William Wordsworth (b. 7 April 1770, d. 23 April 1850) and Samuel Taylor Coleridge (b. 21 October 1772, d. 25 July 1834) are major English Romantic poets. In 1798 they published together the collection Lyrical Ballads, With a Few Other Poems, which helped to launch the Romantic Age in English literature. A well-known poem in that collection is the 10th, written by Wordsworth (except perhaps the first stanza written by Coleridge), titled “We are Seven.”
A little girl enumerates her brothers and sisters, and considers the two dead ones as still being with the family, as their grave indicates their presence.
WE ARE SEVEN.
A simple child, dear brother Jim,
That lightly draws its breath,
And feels its life in every limb,
What should it know of death?
I met a little cottage girl,
She was eight years old, she said;
Her hair was thick with many a curl
That cluster’d round her head.
She had a rustic, woodland air,
And she was wildly clad;
Her eyes were fair, and very fair,
—Her beauty made me glad.
“Sisters and brothers, little maid,
“How many may you be?”
“How many? seven in all,” she said,
And wondering looked at me.
“And where are they, I pray you tell?”
She answered, “Seven are we,
“And two of us at Conway dwell,
“And two are gone to sea.
“Two of us in the church-yard lie,
“My sister and my brother,
“And in the church-yard cottage, I
“Dwell near them with my mother.”
“You say that two at Conway dwell,
“And two are gone to sea,
“Yet you are seven; I pray you tell
“Sweet Maid, how this may be?”
Then did the little Maid reply,
“Seven boys and girls are we;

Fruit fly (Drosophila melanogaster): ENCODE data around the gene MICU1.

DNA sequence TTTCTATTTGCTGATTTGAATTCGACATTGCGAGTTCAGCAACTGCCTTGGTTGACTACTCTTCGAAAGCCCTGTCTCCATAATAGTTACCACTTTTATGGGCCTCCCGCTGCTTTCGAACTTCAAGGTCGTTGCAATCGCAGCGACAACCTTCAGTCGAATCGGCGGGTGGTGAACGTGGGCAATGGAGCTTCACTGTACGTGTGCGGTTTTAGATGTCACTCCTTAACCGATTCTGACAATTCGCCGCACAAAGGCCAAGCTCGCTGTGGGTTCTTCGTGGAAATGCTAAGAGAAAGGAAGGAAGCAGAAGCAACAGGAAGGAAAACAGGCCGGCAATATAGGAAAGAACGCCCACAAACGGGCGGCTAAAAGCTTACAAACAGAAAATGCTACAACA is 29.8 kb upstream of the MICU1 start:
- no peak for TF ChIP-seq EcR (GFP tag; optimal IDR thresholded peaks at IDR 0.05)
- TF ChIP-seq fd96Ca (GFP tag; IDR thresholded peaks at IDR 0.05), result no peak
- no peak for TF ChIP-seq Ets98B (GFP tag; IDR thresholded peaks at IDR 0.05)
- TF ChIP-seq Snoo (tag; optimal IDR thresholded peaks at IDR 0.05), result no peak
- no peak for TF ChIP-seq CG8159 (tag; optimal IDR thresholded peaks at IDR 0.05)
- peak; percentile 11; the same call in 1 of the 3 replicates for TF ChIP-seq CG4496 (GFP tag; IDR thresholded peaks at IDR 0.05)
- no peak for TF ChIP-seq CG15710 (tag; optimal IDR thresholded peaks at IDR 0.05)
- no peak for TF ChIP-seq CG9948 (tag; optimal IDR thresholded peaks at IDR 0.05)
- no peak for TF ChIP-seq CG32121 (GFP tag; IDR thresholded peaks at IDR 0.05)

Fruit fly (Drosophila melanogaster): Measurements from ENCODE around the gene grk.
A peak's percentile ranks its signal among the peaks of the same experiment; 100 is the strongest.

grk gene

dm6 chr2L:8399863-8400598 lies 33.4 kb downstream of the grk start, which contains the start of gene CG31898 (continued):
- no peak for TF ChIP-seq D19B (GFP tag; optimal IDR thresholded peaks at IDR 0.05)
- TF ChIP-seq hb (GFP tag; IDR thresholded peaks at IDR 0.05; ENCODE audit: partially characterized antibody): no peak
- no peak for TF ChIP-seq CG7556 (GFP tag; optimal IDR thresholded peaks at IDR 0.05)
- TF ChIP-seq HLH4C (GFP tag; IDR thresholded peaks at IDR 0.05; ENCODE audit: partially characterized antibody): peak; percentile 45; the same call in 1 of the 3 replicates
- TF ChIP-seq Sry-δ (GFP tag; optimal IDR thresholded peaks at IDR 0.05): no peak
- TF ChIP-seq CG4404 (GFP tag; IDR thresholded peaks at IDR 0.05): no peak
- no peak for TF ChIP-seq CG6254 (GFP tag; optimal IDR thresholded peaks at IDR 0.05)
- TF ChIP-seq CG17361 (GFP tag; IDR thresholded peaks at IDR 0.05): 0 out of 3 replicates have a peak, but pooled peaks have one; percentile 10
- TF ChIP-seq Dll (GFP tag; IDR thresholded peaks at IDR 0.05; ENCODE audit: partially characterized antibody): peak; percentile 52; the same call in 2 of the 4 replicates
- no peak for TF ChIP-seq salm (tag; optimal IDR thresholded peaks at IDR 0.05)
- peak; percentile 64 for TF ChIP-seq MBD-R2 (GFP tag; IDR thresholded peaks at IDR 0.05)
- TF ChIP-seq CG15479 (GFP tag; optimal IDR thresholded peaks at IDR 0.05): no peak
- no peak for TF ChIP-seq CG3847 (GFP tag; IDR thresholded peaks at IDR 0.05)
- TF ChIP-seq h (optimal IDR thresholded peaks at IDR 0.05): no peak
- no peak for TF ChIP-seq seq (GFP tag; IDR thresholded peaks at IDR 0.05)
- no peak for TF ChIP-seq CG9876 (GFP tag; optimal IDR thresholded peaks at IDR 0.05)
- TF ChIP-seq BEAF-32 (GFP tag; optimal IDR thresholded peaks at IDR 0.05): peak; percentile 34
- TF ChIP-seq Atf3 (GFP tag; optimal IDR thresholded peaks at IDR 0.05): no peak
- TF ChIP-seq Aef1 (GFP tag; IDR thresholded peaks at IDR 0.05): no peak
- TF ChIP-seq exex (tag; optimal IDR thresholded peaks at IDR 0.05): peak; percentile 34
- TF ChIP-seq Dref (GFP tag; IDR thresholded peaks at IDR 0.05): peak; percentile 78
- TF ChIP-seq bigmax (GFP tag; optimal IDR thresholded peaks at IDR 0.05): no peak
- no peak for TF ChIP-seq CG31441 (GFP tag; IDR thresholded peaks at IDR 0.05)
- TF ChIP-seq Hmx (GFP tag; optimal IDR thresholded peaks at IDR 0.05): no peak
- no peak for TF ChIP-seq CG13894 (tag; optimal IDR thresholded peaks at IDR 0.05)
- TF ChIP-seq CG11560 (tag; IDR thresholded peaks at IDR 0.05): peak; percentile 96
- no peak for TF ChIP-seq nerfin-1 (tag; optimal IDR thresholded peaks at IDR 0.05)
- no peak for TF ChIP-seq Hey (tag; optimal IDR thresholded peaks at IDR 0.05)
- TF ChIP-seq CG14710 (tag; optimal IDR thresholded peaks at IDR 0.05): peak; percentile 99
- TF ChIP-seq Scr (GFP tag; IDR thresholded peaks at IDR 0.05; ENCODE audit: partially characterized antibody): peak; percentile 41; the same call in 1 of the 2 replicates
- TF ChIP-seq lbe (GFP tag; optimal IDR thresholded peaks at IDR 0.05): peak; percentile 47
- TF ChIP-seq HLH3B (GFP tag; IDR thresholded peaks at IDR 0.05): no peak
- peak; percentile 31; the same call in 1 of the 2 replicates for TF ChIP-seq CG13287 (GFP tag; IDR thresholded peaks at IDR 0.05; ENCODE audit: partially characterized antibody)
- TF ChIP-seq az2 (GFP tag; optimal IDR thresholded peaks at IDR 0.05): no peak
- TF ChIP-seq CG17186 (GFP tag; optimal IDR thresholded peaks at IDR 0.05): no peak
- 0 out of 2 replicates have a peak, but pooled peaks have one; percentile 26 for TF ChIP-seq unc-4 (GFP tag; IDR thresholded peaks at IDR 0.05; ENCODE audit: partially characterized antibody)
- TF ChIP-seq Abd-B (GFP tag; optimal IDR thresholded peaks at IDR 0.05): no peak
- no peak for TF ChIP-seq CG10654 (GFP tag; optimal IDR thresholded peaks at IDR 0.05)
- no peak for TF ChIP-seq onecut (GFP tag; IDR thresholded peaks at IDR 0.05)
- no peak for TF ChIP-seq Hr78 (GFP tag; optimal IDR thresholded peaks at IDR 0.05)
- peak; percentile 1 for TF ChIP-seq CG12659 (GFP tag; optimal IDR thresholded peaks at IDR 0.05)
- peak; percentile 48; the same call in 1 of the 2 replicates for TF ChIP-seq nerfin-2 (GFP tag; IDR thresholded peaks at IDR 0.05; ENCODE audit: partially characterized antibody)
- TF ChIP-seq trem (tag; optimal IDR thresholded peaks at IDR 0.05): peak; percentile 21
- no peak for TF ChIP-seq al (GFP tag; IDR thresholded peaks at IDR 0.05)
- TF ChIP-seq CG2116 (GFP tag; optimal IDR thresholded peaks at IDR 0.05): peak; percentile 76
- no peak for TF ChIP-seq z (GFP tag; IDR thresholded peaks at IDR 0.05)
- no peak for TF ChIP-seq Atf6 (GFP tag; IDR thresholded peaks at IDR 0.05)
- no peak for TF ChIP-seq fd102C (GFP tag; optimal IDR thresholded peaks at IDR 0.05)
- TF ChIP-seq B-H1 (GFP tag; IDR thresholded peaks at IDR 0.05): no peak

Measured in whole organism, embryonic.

“Two of us in the church-yard lie,
“Beneath the church-yard tree.”
“You run about, my little maid,
“Your limbs they are alive;
“If two are in the church-yard laid,
“Then ye are only five.”
“Their graves are green, they may be seen,”
The little Maid replied,
“Twelve steps or more from my mother’s door,
“And they are side by side.
“My stockings there I often knit,
“My ‘kerchief there I hem;
“And there upon the ground I sit—
“I sit and sing to them.
“And often after sunset, Sir,
“When it is light and fair,
“I take my little porringer,
“And eat my supper there.
“The first that died was little Jane;
“In bed she moaning lay,
“Till God released her of her pain,
“And then she went away.
“So in the church-yard she was laid,
“And all the summer dry,
“Together round her grave we played,
“My brother John and I.
“And when the ground was white with snow,
“And I could run and slide,
“My brother John was forced to go,
“And he lies by her side.”
“How many are you then,” said I,
“If they two are in Heaven?”
The little Maiden did reply,
“O Master! we are seven.”
“But they are dead; those two are dead!
“Their spirits are in heaven!”
‘Twas throwing words away; for still
The little Maid would have her will,
And said, “Nay, we are seven!”
This poem was adapted in French, rather faithfully, by Jean Aicard, with the translated title “Nous sommes sept.”
Although Wordsworth said that the poem was inspired to him by his meeting with a little girl near Goodrich Castle (in England), the town of Conwy, Caernarfonshire, North Wales, claims to have the tomb mentioned in the poem lying in the churchyard of the St Mary and All Saints Church. Valérie Lewis, a local guide, communicated me the following photograph:
This photograph and 3 others can be found in the Old UK Photos website, on the 6 pages devoted to Old Photos of Conwy in Caernarfonshire.
Source of the poem: Lyrical Ballads, With a Few Other Poems, Project Gutenberg Ebook (HTML version); also available on Wikisource and at The Literature Network.
This is a revised version of a post previously published on Agapeta, 2015/08/19.